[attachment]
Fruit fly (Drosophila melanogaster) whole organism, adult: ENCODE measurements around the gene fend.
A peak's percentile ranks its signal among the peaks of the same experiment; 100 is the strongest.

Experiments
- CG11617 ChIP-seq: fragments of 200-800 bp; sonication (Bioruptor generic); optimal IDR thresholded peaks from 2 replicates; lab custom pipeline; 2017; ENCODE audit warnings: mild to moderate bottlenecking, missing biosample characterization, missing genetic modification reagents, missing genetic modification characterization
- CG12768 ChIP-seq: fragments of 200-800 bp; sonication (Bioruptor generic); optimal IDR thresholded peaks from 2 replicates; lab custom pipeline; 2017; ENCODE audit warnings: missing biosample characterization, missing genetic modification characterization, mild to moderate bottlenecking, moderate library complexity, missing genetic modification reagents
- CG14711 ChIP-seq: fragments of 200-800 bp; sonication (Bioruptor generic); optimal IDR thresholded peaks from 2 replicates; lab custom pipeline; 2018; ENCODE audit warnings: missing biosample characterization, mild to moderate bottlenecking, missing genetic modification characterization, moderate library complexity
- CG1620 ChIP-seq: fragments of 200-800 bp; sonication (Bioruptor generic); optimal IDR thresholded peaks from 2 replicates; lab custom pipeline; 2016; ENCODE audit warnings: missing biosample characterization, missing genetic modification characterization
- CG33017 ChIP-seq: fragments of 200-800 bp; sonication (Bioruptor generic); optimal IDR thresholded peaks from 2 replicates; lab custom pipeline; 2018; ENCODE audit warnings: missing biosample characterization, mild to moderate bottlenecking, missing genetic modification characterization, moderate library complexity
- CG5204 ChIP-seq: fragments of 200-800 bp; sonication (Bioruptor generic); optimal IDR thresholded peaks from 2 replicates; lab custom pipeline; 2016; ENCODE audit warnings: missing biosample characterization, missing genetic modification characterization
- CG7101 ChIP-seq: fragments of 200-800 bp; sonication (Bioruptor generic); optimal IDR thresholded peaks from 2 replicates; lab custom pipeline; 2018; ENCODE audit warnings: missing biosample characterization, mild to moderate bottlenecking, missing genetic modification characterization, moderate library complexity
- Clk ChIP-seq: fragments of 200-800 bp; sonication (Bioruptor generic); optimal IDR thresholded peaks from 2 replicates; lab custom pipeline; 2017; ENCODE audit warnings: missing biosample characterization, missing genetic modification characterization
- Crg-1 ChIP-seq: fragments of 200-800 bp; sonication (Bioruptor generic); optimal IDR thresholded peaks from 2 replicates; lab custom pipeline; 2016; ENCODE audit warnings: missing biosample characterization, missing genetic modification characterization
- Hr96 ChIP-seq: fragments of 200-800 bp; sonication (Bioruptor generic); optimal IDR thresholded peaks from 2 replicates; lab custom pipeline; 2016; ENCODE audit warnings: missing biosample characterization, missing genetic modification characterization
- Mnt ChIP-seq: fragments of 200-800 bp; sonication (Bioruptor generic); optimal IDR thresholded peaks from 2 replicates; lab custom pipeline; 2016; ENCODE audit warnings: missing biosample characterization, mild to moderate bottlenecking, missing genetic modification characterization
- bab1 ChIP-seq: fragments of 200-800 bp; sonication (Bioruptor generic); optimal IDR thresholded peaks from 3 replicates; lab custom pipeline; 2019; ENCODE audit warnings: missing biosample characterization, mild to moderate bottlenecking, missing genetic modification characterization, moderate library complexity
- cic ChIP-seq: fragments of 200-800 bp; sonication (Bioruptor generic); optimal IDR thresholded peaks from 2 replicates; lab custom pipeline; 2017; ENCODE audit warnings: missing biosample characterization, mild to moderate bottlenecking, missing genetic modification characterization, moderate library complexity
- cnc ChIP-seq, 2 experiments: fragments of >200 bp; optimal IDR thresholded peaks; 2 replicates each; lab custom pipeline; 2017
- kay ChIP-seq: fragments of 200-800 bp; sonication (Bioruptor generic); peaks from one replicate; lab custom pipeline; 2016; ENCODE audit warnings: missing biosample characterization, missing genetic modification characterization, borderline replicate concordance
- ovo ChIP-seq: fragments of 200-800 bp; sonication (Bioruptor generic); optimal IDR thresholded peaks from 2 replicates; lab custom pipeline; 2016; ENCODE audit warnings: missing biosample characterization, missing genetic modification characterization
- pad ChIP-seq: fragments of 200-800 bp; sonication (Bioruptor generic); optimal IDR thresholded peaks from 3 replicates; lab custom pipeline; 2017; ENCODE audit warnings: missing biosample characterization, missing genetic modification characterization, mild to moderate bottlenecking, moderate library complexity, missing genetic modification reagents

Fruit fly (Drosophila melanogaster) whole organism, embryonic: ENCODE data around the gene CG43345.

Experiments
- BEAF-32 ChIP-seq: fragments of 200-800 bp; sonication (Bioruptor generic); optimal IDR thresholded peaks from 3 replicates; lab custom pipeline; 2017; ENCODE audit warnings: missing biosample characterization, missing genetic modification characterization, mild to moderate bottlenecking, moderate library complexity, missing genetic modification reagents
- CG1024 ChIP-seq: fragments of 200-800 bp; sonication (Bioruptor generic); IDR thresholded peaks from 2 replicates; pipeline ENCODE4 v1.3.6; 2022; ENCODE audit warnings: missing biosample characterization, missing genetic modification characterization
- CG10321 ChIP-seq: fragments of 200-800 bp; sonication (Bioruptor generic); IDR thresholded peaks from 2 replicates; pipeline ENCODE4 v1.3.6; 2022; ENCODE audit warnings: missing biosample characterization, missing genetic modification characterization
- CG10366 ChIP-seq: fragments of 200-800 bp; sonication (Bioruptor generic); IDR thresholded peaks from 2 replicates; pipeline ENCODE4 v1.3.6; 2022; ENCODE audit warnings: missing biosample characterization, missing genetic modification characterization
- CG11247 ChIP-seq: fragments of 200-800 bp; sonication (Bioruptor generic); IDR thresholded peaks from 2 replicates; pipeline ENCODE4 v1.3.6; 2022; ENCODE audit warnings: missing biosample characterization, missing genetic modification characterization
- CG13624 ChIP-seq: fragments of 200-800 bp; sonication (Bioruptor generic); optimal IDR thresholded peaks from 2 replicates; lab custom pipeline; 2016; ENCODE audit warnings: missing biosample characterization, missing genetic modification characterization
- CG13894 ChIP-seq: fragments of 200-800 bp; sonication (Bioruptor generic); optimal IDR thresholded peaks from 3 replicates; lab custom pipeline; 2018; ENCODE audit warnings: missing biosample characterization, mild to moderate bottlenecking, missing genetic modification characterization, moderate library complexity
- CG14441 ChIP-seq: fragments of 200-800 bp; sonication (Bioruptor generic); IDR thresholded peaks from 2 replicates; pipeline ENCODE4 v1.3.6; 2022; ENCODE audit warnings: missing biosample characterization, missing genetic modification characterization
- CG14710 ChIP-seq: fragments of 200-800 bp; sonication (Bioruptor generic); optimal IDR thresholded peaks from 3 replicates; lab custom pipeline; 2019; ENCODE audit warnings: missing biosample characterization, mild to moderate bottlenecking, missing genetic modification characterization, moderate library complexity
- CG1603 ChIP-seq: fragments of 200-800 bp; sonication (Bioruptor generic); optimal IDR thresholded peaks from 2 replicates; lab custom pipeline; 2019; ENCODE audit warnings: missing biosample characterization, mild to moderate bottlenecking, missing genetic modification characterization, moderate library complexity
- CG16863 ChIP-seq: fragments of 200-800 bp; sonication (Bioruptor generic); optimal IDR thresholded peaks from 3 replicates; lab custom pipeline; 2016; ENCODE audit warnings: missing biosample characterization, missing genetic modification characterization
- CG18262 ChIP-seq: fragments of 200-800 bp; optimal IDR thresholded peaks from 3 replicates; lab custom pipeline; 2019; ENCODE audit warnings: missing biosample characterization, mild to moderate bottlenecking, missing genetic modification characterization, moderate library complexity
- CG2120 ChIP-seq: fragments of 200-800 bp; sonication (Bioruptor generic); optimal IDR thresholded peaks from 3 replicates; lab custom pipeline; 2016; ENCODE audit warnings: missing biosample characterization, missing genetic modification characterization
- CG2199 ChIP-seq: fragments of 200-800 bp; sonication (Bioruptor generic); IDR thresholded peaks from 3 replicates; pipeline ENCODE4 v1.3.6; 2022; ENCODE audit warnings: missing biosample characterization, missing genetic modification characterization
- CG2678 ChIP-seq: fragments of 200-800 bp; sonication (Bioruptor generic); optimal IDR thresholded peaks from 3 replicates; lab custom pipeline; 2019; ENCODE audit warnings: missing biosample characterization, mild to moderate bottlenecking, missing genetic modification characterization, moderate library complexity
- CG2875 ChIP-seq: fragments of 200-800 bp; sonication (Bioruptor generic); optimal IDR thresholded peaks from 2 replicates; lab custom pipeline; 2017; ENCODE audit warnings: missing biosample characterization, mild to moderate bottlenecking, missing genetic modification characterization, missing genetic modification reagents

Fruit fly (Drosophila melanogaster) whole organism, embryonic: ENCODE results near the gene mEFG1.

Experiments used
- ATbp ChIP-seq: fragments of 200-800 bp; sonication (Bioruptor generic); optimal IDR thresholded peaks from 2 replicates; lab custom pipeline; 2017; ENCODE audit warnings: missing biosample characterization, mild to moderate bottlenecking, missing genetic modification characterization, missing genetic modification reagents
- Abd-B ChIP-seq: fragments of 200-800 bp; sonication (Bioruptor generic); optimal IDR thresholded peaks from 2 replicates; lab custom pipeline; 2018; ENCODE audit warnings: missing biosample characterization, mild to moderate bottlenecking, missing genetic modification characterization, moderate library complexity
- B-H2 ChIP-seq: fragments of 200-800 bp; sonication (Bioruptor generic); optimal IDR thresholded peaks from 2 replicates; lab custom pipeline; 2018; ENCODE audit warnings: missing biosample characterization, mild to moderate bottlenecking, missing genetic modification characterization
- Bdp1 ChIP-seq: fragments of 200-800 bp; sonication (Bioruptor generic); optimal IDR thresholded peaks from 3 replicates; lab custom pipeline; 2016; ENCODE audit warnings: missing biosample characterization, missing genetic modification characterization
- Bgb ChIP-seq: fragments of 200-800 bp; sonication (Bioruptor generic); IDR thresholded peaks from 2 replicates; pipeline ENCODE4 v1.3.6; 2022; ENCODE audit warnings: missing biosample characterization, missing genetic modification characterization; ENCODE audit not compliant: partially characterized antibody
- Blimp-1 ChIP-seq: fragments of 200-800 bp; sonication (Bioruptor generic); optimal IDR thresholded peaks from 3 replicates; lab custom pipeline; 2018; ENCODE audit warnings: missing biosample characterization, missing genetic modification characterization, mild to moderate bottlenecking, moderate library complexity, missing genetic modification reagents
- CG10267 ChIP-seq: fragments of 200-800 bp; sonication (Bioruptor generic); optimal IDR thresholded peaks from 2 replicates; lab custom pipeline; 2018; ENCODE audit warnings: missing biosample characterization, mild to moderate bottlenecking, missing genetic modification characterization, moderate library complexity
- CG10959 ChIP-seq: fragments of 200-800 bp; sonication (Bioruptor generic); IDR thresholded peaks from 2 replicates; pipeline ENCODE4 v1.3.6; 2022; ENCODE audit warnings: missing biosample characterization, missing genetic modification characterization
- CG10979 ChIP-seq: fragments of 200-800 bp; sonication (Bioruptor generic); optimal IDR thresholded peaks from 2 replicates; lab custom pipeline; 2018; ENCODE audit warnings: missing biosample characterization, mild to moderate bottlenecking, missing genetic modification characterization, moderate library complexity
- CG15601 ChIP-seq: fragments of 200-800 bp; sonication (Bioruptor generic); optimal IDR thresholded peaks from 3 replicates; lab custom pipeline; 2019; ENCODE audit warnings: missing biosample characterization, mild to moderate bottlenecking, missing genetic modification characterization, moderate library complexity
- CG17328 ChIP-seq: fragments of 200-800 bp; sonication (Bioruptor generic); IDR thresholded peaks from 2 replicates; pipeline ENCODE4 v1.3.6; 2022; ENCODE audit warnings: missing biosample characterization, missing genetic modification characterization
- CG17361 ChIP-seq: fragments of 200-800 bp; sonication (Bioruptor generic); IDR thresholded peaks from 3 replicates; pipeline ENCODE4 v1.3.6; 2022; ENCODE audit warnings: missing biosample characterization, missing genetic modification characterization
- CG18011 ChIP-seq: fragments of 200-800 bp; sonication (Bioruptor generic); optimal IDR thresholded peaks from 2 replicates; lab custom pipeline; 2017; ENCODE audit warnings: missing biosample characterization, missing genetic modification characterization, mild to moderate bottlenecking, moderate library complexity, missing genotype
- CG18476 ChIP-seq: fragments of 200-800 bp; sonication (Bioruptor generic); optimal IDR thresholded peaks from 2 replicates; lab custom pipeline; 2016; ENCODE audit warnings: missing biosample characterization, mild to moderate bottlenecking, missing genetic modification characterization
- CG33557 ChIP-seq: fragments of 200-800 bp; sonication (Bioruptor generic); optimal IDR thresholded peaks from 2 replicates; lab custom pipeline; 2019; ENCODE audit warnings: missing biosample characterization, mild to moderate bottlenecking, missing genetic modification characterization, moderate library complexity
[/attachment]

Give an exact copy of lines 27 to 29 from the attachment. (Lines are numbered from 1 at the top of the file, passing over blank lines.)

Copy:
- CG11247 ChIP-seq: fragments of 200-800 bp; sonication (Bioruptor generic); IDR thresholded peaks from 2 replicates; pipeline ENCODE4 v1.3.6; 2022; ENCODE audit warnings: missing biosample characterization, missing genetic modification characterization
- CG13624 ChIP-seq: fragments of 200-800 bp; sonication (Bioruptor generic); optimal IDR thresholded peaks from 2 replicates; lab custom pipeline; 2016; ENCODE audit warnings: missing biosample characterization, missing genetic modification characterization
- CG13894 ChIP-seq: fragments of 200-800 bp; sonication (Bioruptor generic); optimal IDR thresholded peaks from 3 replicates; lab custom pipeline; 2018; ENCODE audit warnings: missing biosample characterization, mild to moderate bottlenecking, missing genetic modification characterization, moderate library complexity